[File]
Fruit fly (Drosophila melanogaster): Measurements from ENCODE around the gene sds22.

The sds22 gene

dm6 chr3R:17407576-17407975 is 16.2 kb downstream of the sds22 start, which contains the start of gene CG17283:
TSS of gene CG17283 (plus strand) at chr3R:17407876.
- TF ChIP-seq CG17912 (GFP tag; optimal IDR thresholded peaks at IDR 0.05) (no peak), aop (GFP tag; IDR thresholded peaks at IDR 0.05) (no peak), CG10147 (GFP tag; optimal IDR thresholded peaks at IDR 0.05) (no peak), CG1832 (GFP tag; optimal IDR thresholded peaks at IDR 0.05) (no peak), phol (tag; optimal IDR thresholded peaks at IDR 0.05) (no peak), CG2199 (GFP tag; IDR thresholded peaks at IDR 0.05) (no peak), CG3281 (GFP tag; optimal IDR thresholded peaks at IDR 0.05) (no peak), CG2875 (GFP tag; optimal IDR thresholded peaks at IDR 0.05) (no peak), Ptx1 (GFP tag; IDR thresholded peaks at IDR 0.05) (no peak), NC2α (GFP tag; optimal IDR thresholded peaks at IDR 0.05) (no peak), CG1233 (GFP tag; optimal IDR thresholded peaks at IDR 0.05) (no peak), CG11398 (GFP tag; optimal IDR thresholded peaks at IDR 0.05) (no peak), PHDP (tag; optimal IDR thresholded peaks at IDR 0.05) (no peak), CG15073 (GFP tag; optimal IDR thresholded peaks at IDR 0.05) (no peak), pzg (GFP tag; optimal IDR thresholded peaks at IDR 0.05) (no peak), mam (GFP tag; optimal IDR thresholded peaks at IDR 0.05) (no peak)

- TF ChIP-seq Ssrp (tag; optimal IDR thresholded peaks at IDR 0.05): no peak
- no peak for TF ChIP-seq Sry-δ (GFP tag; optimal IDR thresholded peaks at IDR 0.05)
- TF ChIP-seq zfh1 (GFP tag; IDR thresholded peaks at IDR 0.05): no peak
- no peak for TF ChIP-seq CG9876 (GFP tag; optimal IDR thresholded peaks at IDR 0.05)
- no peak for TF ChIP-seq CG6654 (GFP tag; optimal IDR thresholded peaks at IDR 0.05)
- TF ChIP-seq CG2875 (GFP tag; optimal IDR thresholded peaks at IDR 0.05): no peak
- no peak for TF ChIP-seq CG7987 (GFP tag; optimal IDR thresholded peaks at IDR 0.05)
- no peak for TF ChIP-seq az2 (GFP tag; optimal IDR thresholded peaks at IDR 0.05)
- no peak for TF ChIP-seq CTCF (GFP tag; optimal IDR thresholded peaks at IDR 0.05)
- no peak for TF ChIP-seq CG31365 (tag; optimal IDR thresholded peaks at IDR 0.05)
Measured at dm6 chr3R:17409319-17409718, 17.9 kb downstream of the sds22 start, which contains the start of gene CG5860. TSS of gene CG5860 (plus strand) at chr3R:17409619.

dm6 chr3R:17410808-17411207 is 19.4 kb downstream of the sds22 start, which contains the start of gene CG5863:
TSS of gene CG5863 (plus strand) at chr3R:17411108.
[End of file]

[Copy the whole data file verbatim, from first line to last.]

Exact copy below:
Fruit fly (Drosophila melanogaster): Measurements from ENCODE around the gene sds22.

The sds22 gene

dm6 chr3R:17407576-17407975 is 16.2 kb downstream of the sds22 start, which contains the start of gene CG17283:
TSS of gene CG17283 (plus strand) at chr3R:17407876.
- TF ChIP-seq CG17912 (GFP tag; optimal IDR thresholded peaks at IDR 0.05) (no peak), aop (GFP tag; IDR thresholded peaks at IDR 0.05) (no peak), CG10147 (GFP tag; optimal IDR thresholded peaks at IDR 0.05) (no peak), CG1832 (GFP tag; optimal IDR thresholded peaks at IDR 0.05) (no peak), phol (tag; optimal IDR thresholded peaks at IDR 0.05) (no peak), CG2199 (GFP tag; IDR thresholded peaks at IDR 0.05) (no peak), CG3281 (GFP tag; optimal IDR thresholded peaks at IDR 0.05) (no peak), CG2875 (GFP tag; optimal IDR thresholded peaks at IDR 0.05) (no peak), Ptx1 (GFP tag; IDR thresholded peaks at IDR 0.05) (no peak), NC2α (GFP tag; optimal IDR thresholded peaks at IDR 0.05) (no peak), CG1233 (GFP tag; optimal IDR thresholded peaks at IDR 0.05) (no peak), CG11398 (GFP tag; optimal IDR thresholded peaks at IDR 0.05) (no peak), PHDP (tag; optimal IDR thresholded peaks at IDR 0.05) (no peak), CG15073 (GFP tag; optimal IDR thresholded peaks at IDR 0.05) (no peak), pzg (GFP tag; optimal IDR thresholded peaks at IDR 0.05) (no peak), mam (GFP tag; optimal IDR thresholded peaks at IDR 0.05) (no peak)

- TF ChIP-seq Ssrp (tag; optimal IDR thresholded peaks at IDR 0.05): no peak
- no peak for TF ChIP-seq Sry-δ (GFP tag; optimal IDR thresholded peaks at IDR 0.05)
- TF ChIP-seq zfh1 (GFP tag; IDR thresholded peaks at IDR 0.05): no peak
- no peak for TF ChIP-seq CG9876 (GFP tag; optimal IDR thresholded peaks at IDR 0.05)
- no peak for TF ChIP-seq CG6654 (GFP tag; optimal IDR thresholded peaks at IDR 0.05)
- TF ChIP-seq CG2875 (GFP tag; optimal IDR thresholded peaks at IDR 0.05): no peak
- no peak for TF ChIP-seq CG7987 (GFP tag; optimal IDR thresholded peaks at IDR 0.05)
- no peak for TF ChIP-seq az2 (GFP tag; optimal IDR thresholded peaks at IDR 0.05)
- no peak for TF ChIP-seq CTCF (GFP tag; optimal IDR thresholded peaks at IDR 0.05)
- no peak for TF ChIP-seq CG31365 (tag; optimal IDR thresholded peaks at IDR 0.05)
Measured at dm6 chr3R:17409319-17409718, 17.9 kb downstream of the sds22 start, which contains the start of gene CG5860. TSS of gene CG5860 (plus strand) at chr3R:17409619.

dm6 chr3R:17410808-17411207 is 19.4 kb downstream of the sds22 start, which contains the start of gene CG5863:
TSS of gene CG5863 (plus strand) at chr3R:17411108.